Imlach’s letter in August of ’63 was like others he sent in those years. Winter is coming, was the gist of it, be ready. He asked players to report to camp weighing no more than seven pounds over the weight they usually played at. He said that they should be prepared to show him 25 sit-ups, 25 push-ups, and 30 knee bends, “on command.” Young and old, Stanley Cup champions or not, the Leafs should expect to be awoken at 6.15 in the morning; lights-out was 11.15.

There would be golf, but no golf carts. And as far as getting from their downtown digs at the Empress Hotel to the ice at the Memorial Centre, two kilometres — they’d be walking that, too.

the five leaf retirements of george armstrong

Born this day in 1930, George Armstrong turns 87 today. He remains, of course, the most recent captain of the Toronto Maple Leafs to have hoisted the Stanley Cup in victory.

That was in May of 1967. Armstrong was 36, with four Cups to show for his 16 NHL seasons. In June, he announced a decision he’d made. “I’m retiring,” he said. “That’s it. It’s taken all my guts to quit. I wasn’t too happy with my year. Sure I played well at the end, but does one month make up for seven bad months?”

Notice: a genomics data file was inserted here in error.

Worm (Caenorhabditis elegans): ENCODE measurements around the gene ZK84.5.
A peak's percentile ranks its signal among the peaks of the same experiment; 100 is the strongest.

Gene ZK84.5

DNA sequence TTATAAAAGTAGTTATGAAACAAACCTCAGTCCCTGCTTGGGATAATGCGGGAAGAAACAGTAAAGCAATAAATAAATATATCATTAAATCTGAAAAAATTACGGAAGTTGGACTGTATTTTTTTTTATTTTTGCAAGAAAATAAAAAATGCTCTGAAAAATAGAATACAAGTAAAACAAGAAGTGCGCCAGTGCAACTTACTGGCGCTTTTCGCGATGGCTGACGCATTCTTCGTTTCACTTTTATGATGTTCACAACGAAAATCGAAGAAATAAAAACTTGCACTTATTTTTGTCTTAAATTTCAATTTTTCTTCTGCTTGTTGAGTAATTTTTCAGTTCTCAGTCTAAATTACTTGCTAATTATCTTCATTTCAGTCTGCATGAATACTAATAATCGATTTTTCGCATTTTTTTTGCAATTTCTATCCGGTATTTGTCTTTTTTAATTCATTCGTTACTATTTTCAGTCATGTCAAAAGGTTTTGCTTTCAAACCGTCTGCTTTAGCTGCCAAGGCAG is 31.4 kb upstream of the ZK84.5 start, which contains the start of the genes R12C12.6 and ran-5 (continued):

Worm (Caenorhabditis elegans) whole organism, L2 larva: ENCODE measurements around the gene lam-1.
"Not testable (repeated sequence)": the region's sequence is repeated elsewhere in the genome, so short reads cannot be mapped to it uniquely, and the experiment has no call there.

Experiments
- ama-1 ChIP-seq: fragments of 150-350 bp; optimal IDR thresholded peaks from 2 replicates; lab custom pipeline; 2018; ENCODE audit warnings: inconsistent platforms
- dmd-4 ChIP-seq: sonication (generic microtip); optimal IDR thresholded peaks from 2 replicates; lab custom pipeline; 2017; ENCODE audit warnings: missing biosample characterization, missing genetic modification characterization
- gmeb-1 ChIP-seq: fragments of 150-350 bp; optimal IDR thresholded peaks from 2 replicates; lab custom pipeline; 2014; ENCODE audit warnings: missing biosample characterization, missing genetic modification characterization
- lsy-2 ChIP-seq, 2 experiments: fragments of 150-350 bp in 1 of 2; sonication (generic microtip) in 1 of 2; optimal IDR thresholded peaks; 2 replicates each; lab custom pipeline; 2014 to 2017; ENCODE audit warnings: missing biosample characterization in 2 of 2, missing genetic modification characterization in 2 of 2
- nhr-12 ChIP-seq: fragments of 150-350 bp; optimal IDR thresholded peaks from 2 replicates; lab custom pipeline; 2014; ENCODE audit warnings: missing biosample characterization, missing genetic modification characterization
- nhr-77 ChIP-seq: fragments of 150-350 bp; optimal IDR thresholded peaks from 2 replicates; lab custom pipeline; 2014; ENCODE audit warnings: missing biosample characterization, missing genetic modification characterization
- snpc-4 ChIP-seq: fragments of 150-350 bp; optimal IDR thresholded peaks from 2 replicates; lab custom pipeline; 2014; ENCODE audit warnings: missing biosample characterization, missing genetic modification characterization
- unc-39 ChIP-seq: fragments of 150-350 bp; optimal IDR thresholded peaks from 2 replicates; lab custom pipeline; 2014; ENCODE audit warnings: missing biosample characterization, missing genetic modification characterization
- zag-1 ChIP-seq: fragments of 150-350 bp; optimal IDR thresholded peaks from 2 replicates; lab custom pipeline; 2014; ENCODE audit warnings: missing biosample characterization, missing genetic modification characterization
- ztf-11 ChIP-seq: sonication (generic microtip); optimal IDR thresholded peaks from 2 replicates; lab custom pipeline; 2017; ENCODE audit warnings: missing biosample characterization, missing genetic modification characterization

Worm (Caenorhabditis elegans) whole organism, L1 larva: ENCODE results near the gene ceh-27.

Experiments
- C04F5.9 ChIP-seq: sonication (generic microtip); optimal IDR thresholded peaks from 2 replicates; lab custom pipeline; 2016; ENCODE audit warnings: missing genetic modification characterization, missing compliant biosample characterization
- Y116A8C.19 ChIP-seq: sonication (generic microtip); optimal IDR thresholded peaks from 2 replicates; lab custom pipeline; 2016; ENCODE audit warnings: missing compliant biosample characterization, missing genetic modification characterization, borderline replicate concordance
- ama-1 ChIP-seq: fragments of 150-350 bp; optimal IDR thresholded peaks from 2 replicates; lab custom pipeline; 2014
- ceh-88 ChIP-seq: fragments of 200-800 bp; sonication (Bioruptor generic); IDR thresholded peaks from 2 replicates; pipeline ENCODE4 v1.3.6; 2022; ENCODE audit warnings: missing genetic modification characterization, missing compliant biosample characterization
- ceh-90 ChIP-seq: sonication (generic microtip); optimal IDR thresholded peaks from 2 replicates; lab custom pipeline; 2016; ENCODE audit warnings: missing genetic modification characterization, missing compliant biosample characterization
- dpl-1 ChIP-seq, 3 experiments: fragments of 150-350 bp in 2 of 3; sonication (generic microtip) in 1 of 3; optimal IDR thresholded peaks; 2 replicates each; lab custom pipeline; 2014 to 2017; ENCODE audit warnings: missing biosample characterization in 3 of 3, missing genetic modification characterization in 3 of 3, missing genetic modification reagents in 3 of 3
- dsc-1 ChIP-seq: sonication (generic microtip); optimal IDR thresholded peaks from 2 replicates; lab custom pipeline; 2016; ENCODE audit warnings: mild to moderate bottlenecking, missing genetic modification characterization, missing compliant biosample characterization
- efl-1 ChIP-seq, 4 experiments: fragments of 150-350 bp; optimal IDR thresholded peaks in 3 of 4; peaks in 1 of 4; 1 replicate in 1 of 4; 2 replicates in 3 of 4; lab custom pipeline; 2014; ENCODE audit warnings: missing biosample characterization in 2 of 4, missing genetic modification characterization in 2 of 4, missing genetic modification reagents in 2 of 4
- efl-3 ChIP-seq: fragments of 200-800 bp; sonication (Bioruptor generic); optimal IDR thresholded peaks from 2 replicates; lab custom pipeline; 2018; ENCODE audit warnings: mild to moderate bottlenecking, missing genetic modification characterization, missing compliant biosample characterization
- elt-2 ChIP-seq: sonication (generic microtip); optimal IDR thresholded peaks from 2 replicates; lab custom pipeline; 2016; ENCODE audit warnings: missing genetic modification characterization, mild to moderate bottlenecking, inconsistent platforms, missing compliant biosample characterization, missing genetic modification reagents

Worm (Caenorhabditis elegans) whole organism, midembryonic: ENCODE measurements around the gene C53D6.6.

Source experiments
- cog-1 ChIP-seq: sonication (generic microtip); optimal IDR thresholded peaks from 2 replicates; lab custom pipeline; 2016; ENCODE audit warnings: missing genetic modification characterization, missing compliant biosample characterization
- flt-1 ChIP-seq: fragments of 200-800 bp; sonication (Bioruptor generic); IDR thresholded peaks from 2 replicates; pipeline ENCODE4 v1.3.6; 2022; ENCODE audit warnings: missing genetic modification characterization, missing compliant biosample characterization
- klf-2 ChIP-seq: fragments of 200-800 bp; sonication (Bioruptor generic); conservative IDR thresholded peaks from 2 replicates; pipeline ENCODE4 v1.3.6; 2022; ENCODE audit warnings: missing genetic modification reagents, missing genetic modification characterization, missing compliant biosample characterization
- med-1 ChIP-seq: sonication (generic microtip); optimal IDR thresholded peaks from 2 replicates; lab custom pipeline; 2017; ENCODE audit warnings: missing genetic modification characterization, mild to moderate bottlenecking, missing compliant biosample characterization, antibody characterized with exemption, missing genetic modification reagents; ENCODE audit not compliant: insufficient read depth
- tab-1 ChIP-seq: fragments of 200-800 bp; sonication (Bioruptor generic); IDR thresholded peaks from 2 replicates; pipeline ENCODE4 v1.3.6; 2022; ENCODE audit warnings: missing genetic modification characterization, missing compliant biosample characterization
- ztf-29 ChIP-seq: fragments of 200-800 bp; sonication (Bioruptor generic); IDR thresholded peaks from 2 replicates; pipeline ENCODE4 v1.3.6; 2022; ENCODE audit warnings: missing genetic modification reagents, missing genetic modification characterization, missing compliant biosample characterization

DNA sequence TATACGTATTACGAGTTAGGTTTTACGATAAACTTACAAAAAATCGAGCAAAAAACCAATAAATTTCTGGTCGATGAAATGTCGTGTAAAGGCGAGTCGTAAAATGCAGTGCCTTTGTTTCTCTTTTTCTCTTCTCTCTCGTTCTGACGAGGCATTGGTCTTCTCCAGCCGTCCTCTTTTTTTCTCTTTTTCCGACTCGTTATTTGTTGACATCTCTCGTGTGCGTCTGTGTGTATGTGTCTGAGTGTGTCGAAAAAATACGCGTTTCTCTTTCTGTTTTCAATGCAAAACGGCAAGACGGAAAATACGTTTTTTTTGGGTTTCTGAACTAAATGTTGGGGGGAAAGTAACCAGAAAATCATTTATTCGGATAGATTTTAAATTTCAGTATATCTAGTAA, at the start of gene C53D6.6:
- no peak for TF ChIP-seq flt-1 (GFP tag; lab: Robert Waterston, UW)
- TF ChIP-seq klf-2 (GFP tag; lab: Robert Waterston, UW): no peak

There was some question whether would be protecting in the summer’s expansion draft: that was another factor. Still, Leafs’ coach Punch Imlach was said to be shaken by the news. “I don’t accept his resignation,” he told The Globe and Mail. “I don’t even know about it.”

Four days later, after Los Angeles and California, Philadelphia, St. Louis, and Pittsburgh had plucked Terry Sawchuck, Bob Baun, Kent Douglas, Brit Selby, Al Arbour, and others from the champions’ roster, Imlach did end up shielding Armstrong, and by September, when the Leafs headed to Peterborough, Ontario, for training camp, the captain was back in the fold.